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Data Terms and Insights: Navigating Customer Consent
Now that you have a better understanding of the distinct characteristics of data, datasets, and databases and how they relate to intellectual property ownership, let’s define three main types of data and the learnings that can be gathered to understand the customer and improve business engagement.
Individual data focuses on the behavior, habits, and preferences of individual people.
This includes what type of media they watch, where they are located, and who they interact with. These insights can help businesses personalize communications, which can lead to additional engagement.
It's important to note that despite owning the rights to your data insights as a business, ownership of personal data always belongs to the consumer and can only be used with their consent.
In order to obtain consumer consent, transparent privacy policies must be drafted in compliance with various state and federal laws, informing the consumer as to why you are collecting their data and how you intend to go about storing, managing, and using such information.
Identifying critical data
Additionally, as customers become more privacy conscious and data breaches continue to make headlines, it is wise for businesses to focus their efforts on only collecting data required to engage their services.
The first question to consider should be – what data is critical to the business?
Followed closely by – what data is unnecessary?
Minimizing the amount of data collected can be highly advantageous for numerous reasons:
- It builds trust within the community by demonstrating that you have respect for your customer’s privacy.
- It reduces risk of exposure to a data breach, which can cause both financial and reputational harm.
- It emulates compliance with privacy laws, which exist to protect personal data.
It may be tempting to collect as much data as possible in order to maximize on the potential insights gained. However, when data is collected frivolously, it is likely to do more harm than good.
Community data deals with groups of people, aggregating individual data to draw larger conclusions. The goal is to find and take advantage of patterns that hold true for the group as a whole. These insights are based around what you know about the community as opposed to who you know within the community.
Community data can identify trends across populations and geographic areas to more clearly understand the unique needs, challenges, and resources in each community. This can be utilized in the social services and industry as well as other industries who are focused on selling products and services.
Additional consent for the usage of data
Similar to dealings with individual data, community data provides crucial insight into how businesses can successfully reach target audiences. However, by that same token, consumer consent must first be procured.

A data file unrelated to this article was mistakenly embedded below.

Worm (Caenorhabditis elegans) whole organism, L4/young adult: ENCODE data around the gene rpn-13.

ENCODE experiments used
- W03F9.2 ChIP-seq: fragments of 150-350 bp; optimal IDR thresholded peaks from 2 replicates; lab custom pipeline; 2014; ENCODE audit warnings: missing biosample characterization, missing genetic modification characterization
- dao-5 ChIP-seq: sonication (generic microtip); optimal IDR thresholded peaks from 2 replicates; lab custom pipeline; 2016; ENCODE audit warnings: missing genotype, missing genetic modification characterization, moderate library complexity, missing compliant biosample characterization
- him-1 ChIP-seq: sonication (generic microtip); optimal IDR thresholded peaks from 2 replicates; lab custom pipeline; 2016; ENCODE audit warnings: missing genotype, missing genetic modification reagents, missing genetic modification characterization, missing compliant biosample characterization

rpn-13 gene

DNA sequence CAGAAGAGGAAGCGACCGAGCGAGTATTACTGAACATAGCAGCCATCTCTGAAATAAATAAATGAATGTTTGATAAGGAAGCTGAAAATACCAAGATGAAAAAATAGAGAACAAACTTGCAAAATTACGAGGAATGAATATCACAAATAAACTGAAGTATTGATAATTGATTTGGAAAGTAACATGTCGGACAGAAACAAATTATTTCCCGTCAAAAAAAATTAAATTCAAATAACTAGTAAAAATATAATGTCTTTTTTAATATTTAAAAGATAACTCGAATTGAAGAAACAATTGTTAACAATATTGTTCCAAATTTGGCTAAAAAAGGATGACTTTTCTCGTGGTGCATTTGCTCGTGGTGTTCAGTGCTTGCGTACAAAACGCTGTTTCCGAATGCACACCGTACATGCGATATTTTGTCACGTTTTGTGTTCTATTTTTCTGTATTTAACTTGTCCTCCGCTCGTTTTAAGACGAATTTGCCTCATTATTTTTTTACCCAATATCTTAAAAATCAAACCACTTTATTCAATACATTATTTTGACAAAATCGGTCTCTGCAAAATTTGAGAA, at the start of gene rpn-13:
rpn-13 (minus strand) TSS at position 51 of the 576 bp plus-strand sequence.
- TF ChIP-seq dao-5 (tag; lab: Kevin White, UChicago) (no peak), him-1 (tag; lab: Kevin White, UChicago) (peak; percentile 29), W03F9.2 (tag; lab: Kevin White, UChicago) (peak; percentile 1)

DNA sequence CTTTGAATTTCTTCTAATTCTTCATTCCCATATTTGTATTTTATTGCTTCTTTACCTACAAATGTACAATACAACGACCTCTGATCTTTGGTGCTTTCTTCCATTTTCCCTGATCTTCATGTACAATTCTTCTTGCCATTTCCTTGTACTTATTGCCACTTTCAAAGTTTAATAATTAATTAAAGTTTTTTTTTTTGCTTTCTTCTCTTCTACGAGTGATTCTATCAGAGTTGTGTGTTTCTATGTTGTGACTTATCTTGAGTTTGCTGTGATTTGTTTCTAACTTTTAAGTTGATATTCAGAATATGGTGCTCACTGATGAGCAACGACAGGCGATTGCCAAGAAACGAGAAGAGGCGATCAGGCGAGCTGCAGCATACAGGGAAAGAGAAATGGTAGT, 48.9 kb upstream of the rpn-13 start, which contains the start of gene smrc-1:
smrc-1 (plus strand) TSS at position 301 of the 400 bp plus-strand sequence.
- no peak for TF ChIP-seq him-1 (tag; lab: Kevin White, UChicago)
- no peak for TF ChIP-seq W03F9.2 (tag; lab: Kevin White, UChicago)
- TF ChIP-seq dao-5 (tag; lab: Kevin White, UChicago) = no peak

If your business intends to utilize community data, you must first seek consent from individual users to repurpose their data.
As an example, consider a business that uses a contact tracing app to collect personal data – over time, they realize that the community data collected from a certain subset of their users could be used to market healthcare products and services to those same individuals. Despite receiving prior consumer consent to collect their personal data for app usage purposes, additional consent must be obtained to acknowledge the repurposing of their data – in this case, for the purpose of selling information to a healthcare product company.
Yet again, transparent and honest privacy policies come into play, serving a key role in consumer satisfaction and acquiring consent.
Anonymized data is data in which the ability to identify individuals has been completely removed. Whereas community data looks at many individuals, anonymized data has been modified to the point where individuals cannot be distinguished.
True anonymization is difficult to achieve in reality, considering re-identification can be accomplished through cross-referencing anonymous data with publicly-available auxiliary information
Nevertheless, this type of data still allows users to draw useful large-scale conclusions, but has the advantage of being exempt from many consumer protection privacy laws.
Understanding regional laws and exceptions
Take for example, the laws that apply to de-identified data usage in healthcare. As a way of anonymizing data, de-identifying data strips the data of all personal identification markers.
Normally, consent would still be required from the individual under state laws. However, in some instances under the federal Health Insurance Portability and Accountability Act of 1996 (HIPAA), de-identified data can be used without limitations. This is one situation where federal laws can override state laws.
When it comes to dealing with anonymized data, both state and federal laws must be considered. Furthermore, if your business’ data collection and usage extends internationally, each country’s privacy policies must be taken into account as well.
Bridging the gap in consumer trust
Regardless of the data form, privacy considerations should remain a top priority. Customer skepticism of consent to data collection across 3rd party apps and sites continues to rise. Therefore creating privacy policies that contain clear, concise, and honest communications is of utmost importance. Only policies containing full transparency and straightforward intent can acquire and maintain consumer trust.
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